In an incredible interview with Don Lemon in this month’s GQ, writer Taffy Brodesser-Akner opens by letting the CNN anchor humiliate himself by insisting that sorbet is pronounced “sor-BET.” Unfortunately, that is not how that word is pronounced.
The scene: Brodesser-Akner and Lemon dine at the restaurant in the MoMA. They decide on dessert—“something light,” because Don Lemon is on TV. They settle on sorbet, pronounced “sor-BAY.” But then something happens:
He leans in, big warm smile, not wanting to correct me, but needing to: “Sorbette,” he says, like a news anchor. “It’s pronounced sorbette.”
“Sorbette,” I repeat, shaky. I smile, not quite understanding the joke.
“Sorbette,” he says with the confidence of a man who informs hundreds of thousands of Americans each night about what is happening across this land as well as many others. “It’s pronounced sorbette.” Sorbette! Could he be right? I’ve been saying it like a French word for years, like a complete asshole. Have I, a native English speaker, a graduate of a four-year college, a frequent eater of frozen desserts, been mispronouncing it all this time?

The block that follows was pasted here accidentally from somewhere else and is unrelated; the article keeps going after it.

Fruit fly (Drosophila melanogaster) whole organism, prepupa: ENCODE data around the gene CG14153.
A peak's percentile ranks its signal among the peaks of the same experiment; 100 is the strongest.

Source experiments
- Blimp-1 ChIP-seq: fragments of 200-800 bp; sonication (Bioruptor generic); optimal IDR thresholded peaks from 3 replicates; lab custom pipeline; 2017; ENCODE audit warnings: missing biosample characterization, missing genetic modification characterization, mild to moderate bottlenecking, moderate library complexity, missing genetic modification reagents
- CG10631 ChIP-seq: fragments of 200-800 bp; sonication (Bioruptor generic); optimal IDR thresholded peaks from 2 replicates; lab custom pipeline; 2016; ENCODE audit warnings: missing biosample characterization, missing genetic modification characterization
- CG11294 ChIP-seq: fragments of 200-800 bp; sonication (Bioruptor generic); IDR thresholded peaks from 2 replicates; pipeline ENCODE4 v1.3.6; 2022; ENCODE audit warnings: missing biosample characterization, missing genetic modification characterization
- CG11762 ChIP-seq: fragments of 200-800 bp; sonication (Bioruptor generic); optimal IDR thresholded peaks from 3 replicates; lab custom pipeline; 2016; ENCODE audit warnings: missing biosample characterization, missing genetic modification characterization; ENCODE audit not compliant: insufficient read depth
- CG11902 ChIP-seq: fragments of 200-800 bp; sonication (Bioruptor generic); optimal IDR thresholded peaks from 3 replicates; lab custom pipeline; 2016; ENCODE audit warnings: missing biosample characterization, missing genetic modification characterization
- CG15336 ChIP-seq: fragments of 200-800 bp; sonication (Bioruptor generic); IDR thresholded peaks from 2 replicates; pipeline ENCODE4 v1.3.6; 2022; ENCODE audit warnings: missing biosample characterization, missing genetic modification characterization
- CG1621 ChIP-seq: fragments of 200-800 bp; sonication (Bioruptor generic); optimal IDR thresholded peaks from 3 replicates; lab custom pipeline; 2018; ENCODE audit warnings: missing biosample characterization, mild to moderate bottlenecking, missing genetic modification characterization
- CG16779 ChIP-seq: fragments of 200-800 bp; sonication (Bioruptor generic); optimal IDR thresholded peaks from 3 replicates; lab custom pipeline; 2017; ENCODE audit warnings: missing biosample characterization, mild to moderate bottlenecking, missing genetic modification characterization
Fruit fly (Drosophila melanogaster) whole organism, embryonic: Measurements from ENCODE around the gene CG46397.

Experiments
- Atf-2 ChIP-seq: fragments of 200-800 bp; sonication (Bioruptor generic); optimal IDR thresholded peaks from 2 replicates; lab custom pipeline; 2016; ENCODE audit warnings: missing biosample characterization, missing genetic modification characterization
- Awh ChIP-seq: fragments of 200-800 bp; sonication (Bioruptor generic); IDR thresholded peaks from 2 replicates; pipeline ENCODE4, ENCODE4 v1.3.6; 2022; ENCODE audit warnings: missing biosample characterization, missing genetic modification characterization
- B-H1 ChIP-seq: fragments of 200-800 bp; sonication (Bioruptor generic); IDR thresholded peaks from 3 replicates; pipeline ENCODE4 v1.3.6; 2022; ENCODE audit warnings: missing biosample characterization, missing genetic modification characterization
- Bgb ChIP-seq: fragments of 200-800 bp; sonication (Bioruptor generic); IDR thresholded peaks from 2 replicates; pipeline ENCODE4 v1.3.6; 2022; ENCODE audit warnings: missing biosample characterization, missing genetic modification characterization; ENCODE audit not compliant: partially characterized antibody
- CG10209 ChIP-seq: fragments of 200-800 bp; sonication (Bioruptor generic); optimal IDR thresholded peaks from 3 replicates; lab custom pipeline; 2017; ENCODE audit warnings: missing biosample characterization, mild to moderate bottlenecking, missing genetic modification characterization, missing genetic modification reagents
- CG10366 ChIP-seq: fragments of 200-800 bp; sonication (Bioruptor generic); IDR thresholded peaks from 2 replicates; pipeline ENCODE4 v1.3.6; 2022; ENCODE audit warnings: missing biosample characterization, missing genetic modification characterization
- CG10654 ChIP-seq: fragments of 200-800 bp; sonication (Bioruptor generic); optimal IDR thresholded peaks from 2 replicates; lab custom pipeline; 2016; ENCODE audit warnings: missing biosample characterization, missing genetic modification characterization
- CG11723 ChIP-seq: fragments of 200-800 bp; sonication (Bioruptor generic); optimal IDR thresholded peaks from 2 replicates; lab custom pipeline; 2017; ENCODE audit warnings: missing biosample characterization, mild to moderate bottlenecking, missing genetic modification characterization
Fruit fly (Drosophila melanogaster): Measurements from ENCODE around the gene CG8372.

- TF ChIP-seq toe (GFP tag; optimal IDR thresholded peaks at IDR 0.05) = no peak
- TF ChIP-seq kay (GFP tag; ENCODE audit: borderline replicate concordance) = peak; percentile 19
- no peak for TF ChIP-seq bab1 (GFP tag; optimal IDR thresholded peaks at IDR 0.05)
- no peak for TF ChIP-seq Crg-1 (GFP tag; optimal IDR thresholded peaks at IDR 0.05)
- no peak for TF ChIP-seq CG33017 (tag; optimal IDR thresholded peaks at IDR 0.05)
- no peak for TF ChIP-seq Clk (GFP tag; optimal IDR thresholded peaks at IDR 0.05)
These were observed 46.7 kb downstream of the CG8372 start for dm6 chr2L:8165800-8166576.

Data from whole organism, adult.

And yet, and yet: When Don Lemon says this to me, I am sure that he is sure of it. And who can we turn to if not our news anchors?
But now here comes the waiter, and he asks if we’ve decided, and Don Lemon asks for the sorbette, and the waiter looks at Lemon like, Are you joking? I give the waiter the silent, wide-eyed micro head shake—No, he’s serious, proceed with caution—but the waiter has guts that I don’t, and so he says, “It’s sor-bay, sir.”
It’s sor-bay, sir
Shocking that a man who has a documented habit of indelicately and moronically articulating himself would make a mistake like this!
[Image via Getty]